What Reading Looks Like

When we think about what reading looks like, we might picture someone curled up with a good book in a comfy chair with a hot beverage nearby. We might picture someone perusing the news over breakfast, or reading an e-book during the morning commute.

If you ask someone outside of the education field what teens’ reading looks like, however, they might not picture anything. For example, when I mention to someone that I’m researching teens’ reading, many lament, “kids these days don’t read anymore!”

But they do! And I have photos to prove it. Here are a few photos of reading in my classroom.

1. Students choose their own texts.

We still read some classic texts (e.g., Of Mice and MenThe Great GatsbyRomeo and Juliet), but that’s not all we read. Even when reading classics, students connect the books to contemporary events and research they seek out themselves.

My students select independent reading books and read books of their choosing throughout the year.

The top student picks in the 2016-2017 school year (clockwise): Sold, The Rape of Nanking, The Poisoner’s Handbook, Steal Like an Artist, Nothing to Envy, Fangirl, Bossypants, Moneyball


Students take suggestions from YALSA’s list of “Outstanding Books for the College Bound” and the NoveList database. They create virtual bookshelves and groups on Goodreads, write reviews, and share recommendations. (Read more about independent reading and student book clubs in my classroom, here.)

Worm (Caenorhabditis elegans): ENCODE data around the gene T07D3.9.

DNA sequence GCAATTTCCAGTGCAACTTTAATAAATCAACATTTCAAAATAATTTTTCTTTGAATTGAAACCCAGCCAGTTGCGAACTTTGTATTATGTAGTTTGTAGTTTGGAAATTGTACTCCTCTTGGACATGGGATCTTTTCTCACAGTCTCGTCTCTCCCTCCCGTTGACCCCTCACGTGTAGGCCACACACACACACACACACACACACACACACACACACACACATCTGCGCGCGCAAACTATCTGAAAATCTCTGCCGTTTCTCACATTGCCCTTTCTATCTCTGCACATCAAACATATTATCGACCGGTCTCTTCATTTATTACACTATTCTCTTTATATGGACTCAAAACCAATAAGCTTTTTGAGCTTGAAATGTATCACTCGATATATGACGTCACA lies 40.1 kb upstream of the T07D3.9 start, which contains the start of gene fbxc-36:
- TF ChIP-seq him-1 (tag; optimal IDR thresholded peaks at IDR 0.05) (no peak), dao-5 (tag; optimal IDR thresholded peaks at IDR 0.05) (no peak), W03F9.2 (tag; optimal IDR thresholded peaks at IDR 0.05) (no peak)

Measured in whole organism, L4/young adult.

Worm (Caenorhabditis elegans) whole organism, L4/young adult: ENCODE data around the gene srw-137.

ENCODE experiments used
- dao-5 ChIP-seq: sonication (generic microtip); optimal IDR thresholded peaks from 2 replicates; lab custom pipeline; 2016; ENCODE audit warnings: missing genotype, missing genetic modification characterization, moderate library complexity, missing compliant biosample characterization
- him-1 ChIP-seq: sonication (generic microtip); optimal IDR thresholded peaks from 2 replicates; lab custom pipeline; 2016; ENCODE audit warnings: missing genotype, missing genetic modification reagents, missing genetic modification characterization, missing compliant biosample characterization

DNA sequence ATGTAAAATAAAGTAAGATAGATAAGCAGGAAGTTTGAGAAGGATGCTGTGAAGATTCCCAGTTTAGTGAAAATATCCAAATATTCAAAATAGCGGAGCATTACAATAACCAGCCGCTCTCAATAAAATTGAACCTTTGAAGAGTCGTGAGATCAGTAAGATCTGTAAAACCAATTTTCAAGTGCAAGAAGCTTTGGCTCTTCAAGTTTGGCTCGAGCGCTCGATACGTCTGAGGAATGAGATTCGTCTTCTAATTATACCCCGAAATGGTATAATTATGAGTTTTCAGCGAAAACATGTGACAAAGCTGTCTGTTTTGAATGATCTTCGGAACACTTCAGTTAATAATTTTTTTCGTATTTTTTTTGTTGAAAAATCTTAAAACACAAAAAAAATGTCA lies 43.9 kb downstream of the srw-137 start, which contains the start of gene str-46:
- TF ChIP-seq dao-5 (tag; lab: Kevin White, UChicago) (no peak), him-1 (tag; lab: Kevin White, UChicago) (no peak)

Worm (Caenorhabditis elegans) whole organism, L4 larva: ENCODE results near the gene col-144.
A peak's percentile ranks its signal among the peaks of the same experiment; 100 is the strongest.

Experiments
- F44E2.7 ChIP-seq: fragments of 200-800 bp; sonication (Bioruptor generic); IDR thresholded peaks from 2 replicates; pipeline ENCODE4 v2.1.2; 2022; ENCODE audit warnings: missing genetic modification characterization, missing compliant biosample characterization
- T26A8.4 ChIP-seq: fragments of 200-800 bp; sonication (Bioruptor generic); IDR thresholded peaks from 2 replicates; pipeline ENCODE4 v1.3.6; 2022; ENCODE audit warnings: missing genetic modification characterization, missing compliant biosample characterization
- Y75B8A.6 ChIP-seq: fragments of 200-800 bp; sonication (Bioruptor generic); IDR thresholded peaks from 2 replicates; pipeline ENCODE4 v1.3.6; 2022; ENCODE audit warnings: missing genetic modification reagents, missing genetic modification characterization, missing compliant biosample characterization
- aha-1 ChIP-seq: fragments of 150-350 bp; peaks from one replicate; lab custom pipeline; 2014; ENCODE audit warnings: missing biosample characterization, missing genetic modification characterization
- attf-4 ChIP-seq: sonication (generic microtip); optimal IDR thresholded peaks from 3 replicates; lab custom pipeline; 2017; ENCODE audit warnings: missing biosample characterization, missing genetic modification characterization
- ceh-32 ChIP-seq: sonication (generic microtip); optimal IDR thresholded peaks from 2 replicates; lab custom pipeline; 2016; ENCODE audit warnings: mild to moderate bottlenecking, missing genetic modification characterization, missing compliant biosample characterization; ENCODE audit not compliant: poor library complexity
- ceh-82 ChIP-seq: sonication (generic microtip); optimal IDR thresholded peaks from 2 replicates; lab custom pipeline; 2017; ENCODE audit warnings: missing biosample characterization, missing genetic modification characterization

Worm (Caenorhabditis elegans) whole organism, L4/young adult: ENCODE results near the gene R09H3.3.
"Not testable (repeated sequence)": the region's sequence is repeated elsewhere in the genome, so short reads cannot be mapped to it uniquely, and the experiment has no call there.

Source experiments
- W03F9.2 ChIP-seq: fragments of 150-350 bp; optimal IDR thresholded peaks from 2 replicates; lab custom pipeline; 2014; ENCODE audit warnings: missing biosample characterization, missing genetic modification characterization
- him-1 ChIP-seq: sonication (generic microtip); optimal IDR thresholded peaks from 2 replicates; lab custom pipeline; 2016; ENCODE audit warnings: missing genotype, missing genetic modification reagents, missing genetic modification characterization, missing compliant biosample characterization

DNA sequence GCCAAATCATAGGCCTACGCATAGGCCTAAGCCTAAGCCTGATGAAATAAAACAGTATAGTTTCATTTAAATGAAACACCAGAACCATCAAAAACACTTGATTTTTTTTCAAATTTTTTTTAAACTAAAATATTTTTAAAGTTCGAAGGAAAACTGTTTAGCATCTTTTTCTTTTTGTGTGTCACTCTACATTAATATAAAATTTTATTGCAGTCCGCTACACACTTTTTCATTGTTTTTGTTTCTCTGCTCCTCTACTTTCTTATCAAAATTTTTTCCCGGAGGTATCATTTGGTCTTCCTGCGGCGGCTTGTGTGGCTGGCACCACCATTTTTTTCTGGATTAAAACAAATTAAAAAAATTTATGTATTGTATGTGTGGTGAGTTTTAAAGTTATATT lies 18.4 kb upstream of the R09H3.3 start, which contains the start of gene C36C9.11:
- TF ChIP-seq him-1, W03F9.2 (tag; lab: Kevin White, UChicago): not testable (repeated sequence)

2. Teens read and compose print and digital texts.

As Turner and Hicks (2015) argue in Connected Reading, the question of print vs. digital texts in the classroom is not about “either/or.” It’s about “both/and.” My students encounter a variety of texts, both print and digital. Rather than insisting they read or write in a specific way, I demonstrate options, and invite them to choose the best tool for their task.

The class reads a digital text (a “visual autobiography”) crafted by one student to introduce himself to his peers.
A student reads “Bartleby, the Scrivener” on his tablet computer, annotating with a stylus.
A student watches a short video for his research project on bionic limbs.

3. “Whole class” reading looks different each day.

Sometimes, students sit in a circle (or in small groups) and discuss a book that I assigned.


Other times, students read aloud in class.

Wearing dollar store props in front of “scenery” on the screen, students act out the balcony scene from Romeo and Juliet.

On designated independent reading days, students sit where they’re most comfortable. At back-to-school night, I asked parents to donate any furniture or items to help me create a cozy reading space in our classroom. Thanks to their generosity, we have a comfortable reading area with folding chairs that students move around the room.

Our cozy reading space made possible thanks to donations and student input.

Students also exchange reading recommendations virtually. My senior class created Pinterest boards this spring to organize and share online articles across disciplines.

Class Pinterest
A screenshot of the class’s shared Pinterest boards. These are the topics that 12th graders thought would interest them. (Not pictured: “Science & Medicine” and “The Future”)

What does reading look like in your classroom?

Let’s look at reading across grades and subjects. Please comment below or share classroom photos (with permission).

Share your photos with the hashtag #teensreading!

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